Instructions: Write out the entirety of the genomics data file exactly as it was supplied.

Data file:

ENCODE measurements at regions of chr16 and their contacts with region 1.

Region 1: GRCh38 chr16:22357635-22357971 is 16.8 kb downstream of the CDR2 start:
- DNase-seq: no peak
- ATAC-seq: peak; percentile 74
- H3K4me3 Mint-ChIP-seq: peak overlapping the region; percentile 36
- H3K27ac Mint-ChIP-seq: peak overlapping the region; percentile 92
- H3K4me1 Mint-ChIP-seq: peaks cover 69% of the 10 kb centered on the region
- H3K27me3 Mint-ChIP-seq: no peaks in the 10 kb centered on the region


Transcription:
ENCODE measurements at regions of chr16 and their contacts with region 1.

Region 1: GRCh38 chr16:22357635-22357971 is 16.8 kb downstream of the CDR2 start:
- DNase-seq: no peak
- ATAC-seq: peak; percentile 74
- H3K4me3 Mint-ChIP-seq: peak overlapping the region; percentile 36
- H3K27ac Mint-ChIP-seq: peak overlapping the region; percentile 92
- H3K4me1 Mint-ChIP-seq: peaks cover 69% of the 10 kb centered on the region
- H3K27me3 Mint-ChIP-seq: no peaks in the 10 kb centered on the region